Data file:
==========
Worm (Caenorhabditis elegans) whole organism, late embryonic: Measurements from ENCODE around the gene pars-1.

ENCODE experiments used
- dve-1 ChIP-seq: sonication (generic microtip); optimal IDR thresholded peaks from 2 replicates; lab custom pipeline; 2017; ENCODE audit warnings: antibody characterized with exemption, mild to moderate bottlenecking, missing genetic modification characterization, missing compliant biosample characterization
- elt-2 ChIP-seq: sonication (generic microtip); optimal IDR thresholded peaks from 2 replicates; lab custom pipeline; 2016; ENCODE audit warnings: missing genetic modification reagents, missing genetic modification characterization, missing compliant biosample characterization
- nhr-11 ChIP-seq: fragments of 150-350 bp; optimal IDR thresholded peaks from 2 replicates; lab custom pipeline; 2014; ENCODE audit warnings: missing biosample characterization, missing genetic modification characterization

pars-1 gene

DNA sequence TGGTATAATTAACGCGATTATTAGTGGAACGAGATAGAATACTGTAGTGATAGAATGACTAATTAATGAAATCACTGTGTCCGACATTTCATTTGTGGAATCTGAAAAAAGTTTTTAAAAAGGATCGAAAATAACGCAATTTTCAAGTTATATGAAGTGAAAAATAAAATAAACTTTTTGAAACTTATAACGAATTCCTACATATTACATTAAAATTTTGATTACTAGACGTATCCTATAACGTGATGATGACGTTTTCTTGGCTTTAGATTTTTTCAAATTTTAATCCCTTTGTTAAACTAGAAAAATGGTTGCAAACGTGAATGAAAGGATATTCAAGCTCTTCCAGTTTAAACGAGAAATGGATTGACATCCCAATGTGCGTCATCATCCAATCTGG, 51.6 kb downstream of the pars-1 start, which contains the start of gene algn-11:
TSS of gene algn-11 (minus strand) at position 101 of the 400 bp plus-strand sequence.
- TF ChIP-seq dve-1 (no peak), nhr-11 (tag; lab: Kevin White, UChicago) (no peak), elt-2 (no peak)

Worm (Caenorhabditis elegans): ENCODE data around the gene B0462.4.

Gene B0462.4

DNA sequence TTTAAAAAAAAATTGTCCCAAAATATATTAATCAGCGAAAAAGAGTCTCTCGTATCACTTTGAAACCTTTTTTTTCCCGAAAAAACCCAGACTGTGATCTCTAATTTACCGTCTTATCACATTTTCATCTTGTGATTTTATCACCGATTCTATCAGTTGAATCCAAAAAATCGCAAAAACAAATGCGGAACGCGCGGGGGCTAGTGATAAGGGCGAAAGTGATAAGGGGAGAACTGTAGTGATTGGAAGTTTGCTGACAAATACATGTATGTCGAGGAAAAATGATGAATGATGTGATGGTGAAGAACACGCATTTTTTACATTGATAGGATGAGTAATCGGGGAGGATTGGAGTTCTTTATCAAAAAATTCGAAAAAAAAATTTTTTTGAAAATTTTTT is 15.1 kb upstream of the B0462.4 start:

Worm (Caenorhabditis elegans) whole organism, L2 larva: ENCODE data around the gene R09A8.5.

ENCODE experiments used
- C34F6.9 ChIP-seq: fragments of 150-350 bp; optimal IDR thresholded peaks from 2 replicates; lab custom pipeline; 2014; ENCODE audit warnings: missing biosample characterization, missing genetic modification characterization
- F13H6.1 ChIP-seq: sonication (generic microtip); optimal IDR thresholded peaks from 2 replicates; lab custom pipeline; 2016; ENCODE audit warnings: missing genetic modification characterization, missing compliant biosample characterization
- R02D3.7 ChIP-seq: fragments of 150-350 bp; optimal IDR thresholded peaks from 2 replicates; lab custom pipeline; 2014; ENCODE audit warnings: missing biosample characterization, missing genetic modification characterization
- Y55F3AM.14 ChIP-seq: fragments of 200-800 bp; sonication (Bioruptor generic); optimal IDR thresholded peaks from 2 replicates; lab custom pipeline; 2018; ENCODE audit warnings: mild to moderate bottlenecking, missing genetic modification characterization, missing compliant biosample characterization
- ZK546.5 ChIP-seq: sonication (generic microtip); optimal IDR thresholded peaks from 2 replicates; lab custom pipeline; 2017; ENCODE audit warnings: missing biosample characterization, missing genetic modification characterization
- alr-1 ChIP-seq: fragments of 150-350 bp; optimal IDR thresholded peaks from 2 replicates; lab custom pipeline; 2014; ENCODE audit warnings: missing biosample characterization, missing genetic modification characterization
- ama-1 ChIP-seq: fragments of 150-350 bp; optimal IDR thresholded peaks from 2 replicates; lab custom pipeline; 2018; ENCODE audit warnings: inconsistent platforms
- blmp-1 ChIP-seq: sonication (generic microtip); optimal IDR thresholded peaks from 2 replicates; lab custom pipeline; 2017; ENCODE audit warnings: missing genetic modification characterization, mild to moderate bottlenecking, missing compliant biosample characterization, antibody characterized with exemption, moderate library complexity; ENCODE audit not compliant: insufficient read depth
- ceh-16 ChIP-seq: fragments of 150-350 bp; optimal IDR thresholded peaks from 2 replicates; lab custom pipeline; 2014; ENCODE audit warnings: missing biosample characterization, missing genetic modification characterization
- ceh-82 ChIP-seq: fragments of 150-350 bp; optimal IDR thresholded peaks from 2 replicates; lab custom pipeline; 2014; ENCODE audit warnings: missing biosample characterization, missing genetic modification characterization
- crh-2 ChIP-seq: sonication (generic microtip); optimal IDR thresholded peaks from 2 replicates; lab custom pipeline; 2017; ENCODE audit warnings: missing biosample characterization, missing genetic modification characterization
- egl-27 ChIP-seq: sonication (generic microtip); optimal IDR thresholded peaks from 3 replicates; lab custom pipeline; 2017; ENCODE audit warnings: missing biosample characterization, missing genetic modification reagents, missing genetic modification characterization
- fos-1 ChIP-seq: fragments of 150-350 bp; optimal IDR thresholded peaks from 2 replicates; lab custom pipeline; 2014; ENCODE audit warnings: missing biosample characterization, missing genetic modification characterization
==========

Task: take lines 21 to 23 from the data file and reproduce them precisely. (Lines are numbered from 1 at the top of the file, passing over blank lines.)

- ama-1 ChIP-seq: fragments of 150-350 bp; optimal IDR thresholded peaks from 2 replicates; lab custom pipeline; 2018; ENCODE audit warnings: inconsistent platforms
- blmp-1 ChIP-seq: sonication (generic microtip); optimal IDR thresholded peaks from 2 replicates; lab custom pipeline; 2017; ENCODE audit warnings: missing genetic modification characterization, mild to moderate bottlenecking, missing compliant biosample characterization, antibody characterized with exemption, moderate library complexity; ENCODE audit not compliant: insufficient read depth
- ceh-16 ChIP-seq: fragments of 150-350 bp; optimal IDR thresholded peaks from 2 replicates; lab custom pipeline; 2014; ENCODE audit warnings: missing biosample characterization, missing genetic modification characterization